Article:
Top | Unexplained Bacon

Hard times

(article, Matthew Amster-Burton)

[%pageBreakSettings nobreak=true] Welcome to Unexplained Bacon, a column that will answer, or at least attempt to answer, some of the food world’s most and least difficult questions. 

Today’s topic: What are the most rewarding foods to buy online?

At the decadent end of the shopping spectrum, D’Artagnan will happily ship you duck confit and foie gras (even if you live in foie-gras-banned Chicago), and there are countless online purveyors of caviar, lobsters, truffles, and true wasabi. I enjoy all of those things and will happily accept donations. 

For day-to-day pleasure and sheer bang for the buck, however, I recommend harnessing the power of the Internet to order grits and hardtack. 

[%image "hardtack" float="right" caption="Crispy, crunchy hardtack."]

A few weeks ago, I was entering my credit-card number to replenish my supply of New England common crackers. A New England common cracker, if you haven’t been introduced, is a round cracker about two inches in diameter made for eating with chowder. You split the cracker in two with a knife, like you’re splitting an English muffin (this is easier than it sounds), butter each half, and toast them in a 350-degree oven for 10 minutes. 

Common crackers are direct descendants of hardtack, the tooth-shattering cracker that kept sailors and colonists alive (if you call that living) when there was little else to eat. It could be broken up in coffee, or smashed into a slurry with salt pork or bacon to make a sailor's (and prisoner's) dish called skillygalee. 

As I hit the Submit button on my order, I imagined the expression on the face of an 18th-century sea captain as I explained to him that (1) I’m from the future, (2) given the choice of any food in the world, I was buying hardtack, and (3) the Red Sox won the World Series. 

But common crackers aren't the only peasant food I order by mail. By “peasant food,” I mean the subsistence foods that drive large groups of people crazy with their monotony. Or, put another way, it’s the staple food that you never believe you’ll get homesick for until you do. 

Another reason to buy these foods is that they’re endangered: Whereas caviar will disappear if you buy too much of it, common crackers will disappear if you don’t buy enough of them. 

So do your part. Here are some of my top picks; prices don’t include shipping. 

Common crackers: The Vermont Country Store sells these faithful chowder companions for $4.50 a pound; theirs are made from King Arthur Flour. Alternatively, Bent’s Cookie Factory has been in the cracker business in Milton, Massachusetts, since 1801. Their recipe hasn’t changed, nor has the design of their website; especially unnerving is the part that reads, “Today, we want to welcome you into the new ‘cracker’ millennium.” Gee, that doesn’t sound ominous at all. Six pounds of crackers cost $30.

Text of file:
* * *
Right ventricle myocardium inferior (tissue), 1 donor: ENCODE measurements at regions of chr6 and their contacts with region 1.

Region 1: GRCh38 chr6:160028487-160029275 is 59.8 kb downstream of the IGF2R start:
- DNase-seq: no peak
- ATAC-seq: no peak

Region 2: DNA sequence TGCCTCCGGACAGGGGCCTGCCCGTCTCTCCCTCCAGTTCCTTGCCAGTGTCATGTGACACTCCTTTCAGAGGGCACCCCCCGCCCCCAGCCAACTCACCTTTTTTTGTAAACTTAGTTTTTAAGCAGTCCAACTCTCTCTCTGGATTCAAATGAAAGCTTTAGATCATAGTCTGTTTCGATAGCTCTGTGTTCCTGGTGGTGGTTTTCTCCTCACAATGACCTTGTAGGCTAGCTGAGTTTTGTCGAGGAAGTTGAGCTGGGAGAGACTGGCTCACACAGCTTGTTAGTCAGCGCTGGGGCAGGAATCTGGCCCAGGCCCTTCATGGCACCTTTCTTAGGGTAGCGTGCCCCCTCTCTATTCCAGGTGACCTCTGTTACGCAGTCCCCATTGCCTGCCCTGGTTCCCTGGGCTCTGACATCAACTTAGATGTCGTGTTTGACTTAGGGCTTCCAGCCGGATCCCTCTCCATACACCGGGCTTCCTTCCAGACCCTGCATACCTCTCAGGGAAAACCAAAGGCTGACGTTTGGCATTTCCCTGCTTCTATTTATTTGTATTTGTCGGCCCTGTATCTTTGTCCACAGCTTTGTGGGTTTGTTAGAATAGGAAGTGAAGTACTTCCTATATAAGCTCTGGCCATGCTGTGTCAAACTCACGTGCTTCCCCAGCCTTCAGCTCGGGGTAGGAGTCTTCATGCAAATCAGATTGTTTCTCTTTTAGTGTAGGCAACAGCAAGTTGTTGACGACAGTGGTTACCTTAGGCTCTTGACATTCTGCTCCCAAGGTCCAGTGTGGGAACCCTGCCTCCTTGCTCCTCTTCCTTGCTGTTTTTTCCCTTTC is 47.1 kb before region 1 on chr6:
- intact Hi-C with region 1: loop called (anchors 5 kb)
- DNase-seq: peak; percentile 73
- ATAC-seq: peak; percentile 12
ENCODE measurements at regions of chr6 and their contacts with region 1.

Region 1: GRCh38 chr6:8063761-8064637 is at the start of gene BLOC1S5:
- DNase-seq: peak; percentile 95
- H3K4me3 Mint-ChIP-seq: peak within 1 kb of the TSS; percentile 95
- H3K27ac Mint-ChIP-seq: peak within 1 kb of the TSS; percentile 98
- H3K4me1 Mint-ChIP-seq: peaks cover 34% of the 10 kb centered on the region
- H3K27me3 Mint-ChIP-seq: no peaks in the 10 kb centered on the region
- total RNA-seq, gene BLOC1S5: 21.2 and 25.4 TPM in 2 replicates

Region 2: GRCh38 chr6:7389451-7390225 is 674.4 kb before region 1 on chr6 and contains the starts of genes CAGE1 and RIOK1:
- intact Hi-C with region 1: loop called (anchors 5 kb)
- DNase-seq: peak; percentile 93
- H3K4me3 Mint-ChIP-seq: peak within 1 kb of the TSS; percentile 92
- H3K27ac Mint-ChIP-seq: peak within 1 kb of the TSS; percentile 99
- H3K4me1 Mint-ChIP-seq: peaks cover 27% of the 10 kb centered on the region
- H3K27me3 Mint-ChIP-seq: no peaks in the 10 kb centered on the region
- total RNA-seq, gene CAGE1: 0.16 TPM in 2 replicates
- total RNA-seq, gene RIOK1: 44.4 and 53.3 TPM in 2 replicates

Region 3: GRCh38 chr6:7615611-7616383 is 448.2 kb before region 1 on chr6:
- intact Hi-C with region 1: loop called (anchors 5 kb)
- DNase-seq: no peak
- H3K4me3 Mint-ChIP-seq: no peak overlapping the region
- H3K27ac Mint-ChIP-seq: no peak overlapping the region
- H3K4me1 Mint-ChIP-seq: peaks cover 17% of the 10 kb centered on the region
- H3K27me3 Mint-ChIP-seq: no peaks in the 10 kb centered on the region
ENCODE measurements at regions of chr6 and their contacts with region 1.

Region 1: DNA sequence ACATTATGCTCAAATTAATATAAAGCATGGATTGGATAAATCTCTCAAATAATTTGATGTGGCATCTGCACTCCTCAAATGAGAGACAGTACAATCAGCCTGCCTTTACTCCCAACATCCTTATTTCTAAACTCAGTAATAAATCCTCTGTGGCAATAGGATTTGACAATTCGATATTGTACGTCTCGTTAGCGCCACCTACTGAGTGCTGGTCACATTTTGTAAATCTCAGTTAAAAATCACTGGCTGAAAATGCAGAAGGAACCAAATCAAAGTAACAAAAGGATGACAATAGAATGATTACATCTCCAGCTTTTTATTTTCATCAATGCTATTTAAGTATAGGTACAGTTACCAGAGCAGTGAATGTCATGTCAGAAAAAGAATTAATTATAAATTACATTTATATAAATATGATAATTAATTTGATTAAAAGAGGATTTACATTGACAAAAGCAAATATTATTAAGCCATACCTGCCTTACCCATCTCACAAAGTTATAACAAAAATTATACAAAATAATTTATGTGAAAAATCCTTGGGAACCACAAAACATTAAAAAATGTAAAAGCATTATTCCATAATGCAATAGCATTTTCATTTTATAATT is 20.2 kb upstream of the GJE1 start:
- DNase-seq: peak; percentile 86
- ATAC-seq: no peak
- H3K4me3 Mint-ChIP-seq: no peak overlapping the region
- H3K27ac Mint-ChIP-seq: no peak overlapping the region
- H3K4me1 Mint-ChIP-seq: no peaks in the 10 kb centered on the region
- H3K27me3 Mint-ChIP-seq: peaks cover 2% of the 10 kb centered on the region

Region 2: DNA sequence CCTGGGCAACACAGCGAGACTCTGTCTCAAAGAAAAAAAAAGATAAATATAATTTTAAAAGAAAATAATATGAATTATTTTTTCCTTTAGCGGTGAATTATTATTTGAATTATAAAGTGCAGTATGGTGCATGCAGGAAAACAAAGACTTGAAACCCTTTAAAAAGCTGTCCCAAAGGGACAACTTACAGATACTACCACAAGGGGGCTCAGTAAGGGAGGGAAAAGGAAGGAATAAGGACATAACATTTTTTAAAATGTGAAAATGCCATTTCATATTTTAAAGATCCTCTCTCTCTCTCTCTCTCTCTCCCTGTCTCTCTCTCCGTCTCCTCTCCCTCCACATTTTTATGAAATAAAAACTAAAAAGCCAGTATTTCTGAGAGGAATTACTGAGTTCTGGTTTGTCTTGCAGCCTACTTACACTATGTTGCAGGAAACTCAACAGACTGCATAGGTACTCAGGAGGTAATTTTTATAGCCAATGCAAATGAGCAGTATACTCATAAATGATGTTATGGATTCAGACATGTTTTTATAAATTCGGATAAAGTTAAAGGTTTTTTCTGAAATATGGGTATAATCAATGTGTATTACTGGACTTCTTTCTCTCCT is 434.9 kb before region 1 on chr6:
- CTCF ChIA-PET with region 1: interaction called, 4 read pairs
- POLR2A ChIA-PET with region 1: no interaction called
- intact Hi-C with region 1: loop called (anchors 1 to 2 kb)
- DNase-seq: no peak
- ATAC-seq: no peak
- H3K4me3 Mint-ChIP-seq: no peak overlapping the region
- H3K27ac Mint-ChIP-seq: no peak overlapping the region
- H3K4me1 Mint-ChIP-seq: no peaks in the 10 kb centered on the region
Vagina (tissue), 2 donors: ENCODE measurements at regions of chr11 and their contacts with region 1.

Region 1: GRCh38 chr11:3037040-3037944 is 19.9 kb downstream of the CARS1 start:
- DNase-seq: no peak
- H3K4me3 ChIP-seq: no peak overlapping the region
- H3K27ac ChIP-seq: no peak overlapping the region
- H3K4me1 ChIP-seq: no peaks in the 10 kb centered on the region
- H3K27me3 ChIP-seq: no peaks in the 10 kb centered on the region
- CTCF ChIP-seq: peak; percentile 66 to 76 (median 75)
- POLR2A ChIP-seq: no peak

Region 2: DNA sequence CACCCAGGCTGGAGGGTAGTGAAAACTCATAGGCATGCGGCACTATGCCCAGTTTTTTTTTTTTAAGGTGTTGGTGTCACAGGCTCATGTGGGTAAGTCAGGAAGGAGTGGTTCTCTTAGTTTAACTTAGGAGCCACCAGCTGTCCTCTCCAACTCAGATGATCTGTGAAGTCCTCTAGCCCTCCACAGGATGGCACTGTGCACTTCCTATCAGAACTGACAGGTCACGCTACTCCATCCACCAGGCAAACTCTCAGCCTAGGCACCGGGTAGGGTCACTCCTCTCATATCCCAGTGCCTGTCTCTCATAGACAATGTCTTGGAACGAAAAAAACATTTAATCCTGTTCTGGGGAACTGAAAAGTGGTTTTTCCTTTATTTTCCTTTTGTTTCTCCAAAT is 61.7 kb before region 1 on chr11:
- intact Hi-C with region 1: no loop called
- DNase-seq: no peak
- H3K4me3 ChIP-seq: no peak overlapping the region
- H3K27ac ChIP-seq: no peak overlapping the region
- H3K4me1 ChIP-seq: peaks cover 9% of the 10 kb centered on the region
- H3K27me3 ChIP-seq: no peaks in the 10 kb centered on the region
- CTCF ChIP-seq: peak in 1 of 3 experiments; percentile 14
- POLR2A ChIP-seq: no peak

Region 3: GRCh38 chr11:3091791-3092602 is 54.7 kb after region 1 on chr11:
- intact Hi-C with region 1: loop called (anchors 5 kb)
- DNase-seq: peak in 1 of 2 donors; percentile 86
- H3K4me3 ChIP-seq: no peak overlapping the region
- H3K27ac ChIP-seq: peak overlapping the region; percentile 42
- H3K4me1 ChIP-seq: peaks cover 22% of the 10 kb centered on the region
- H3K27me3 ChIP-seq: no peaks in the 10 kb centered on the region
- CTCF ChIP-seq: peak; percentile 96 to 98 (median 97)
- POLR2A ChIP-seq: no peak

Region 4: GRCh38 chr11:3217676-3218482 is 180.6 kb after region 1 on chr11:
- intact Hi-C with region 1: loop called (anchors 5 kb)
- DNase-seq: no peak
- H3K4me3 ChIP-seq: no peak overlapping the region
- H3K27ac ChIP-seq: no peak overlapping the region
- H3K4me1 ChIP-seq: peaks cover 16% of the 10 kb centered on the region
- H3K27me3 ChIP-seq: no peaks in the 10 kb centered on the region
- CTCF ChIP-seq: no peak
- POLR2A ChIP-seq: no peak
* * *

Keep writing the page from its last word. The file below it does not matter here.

[%image "beans" float="left" caption="Scarlet runner beans from Rancho Gordo."]

Beans: Rancho Gordo sells over two dozen varieties of dried beans, including Yellow Indian Woman, Wren’s Egg, and Garboncito. When I say Rancho Gordo’s beans are good, I don’t just mean they’re favored by people who already like beans; I mean they turn people who never thought about beans into bean obsessives who try to collect the whole set. Rancho Gordo also sells quality dried chiles and corn. Their beans cost $5 per pound. 

Grits: Anson Mills. How do you spell deprivation? G-R-I-T-S. Or in my case, N-O G-R-I-T-S. And Anson’s aren’t the kind of unthreatening, user-friendly grits you find on supermarket shelves. They’re chunky and full of hulls that have to be carefully separated (instructions are included), and then the grits take 90 minutes to cook, minimum. You’ll be rewarded with a sore stirring arm and perhaps the most pure corn flavor ever to grace your plate. Try the shrimp-and-grits recipe included with your order. Three pounds go for $20. (Anson also sells quality white cornmeal for making Southern-style skillet cornbread; I use a John Thorne recipe.)

There are also peasant foods I haven’t ordered yet, but look forward to sampling:

[%image "cod" float="right" caption="Salt-cod fillets from La Tienda."]

Salt cod: La Tienda. Most salt cod sold in the U.S. is imported from Canada and comes in a damp plastic bag. It’s not terrible, but it’s not the Mediterranean staple of yore, the one used to make the ultimate baccalà, pil-pil (cod stewed in olive oil), or salt-cod fritters. La Tienda sells the real stuff (12.7 ounces for $20), imported from Spain. They’ll also be selling Spanish Ibérico ham, the world’s greatest, as soon as it becomes legal to do so this year. A whole ham will run you about $1,200.

Finally, there's the peasant food I haven’t ordered yet and have no intention of doing so, even though I’m sure I will hear from its partisans:

Scrapple: Kunzler & Company. Scrapple is a traditional Pennsylvanian loaf of spiced hog offal and cornmeal. “Served warm and browned, the taste will bring you back to the old farm kitchen where it originated over 200 years ago,” Kunzler says of its scrapple, and I have no reason to doubt this. $5 per pound. 

p(bio). [ "Matthew Amster-Burton"] writes about cooking and culture from his home in Seattle. You can also find him at

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